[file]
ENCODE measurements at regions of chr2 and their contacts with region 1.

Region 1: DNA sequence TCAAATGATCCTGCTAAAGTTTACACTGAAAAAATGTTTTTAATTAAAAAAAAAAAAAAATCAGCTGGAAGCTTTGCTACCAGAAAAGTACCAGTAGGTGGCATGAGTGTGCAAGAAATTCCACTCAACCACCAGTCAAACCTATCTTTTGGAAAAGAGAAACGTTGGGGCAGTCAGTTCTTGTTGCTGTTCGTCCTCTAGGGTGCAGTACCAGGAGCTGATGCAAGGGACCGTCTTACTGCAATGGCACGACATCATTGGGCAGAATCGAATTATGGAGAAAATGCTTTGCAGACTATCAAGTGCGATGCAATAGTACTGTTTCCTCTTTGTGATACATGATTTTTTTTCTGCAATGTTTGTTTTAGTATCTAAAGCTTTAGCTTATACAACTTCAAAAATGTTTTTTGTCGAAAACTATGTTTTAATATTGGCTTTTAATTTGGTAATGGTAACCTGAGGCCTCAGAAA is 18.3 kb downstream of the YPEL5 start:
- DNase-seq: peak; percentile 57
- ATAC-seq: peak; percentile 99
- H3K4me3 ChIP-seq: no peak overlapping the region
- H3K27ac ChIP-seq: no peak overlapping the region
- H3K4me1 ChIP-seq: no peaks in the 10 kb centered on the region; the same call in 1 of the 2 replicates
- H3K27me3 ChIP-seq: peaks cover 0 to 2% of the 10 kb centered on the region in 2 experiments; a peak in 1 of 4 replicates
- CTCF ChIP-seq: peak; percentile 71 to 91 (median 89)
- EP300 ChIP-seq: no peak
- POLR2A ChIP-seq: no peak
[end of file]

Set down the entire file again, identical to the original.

ENCODE measurements at regions of chr2 and their contacts with region 1.

Region 1: DNA sequence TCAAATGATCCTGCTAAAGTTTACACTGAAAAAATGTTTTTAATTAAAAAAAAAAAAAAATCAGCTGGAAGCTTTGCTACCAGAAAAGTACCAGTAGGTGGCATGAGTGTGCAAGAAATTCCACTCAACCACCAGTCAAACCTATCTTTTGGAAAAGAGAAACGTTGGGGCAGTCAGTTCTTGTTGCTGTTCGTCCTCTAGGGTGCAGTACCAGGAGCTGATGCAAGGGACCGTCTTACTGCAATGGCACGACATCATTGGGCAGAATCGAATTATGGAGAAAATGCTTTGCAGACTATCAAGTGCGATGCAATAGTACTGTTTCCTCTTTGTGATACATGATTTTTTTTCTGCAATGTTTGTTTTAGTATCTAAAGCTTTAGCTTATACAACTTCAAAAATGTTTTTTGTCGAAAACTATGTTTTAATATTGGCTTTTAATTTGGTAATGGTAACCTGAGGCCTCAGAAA is 18.3 kb downstream of the YPEL5 start:
- DNase-seq: peak; percentile 57
- ATAC-seq: peak; percentile 99
- H3K4me3 ChIP-seq: no peak overlapping the region
- H3K27ac ChIP-seq: no peak overlapping the region
- H3K4me1 ChIP-seq: no peaks in the 10 kb centered on the region; the same call in 1 of the 2 replicates
- H3K27me3 ChIP-seq: peaks cover 0 to 2% of the 10 kb centered on the region in 2 experiments; a peak in 1 of 4 replicates
- CTCF ChIP-seq: peak; percentile 71 to 91 (median 89)
- EP300 ChIP-seq: no peak
- POLR2A ChIP-seq: no peak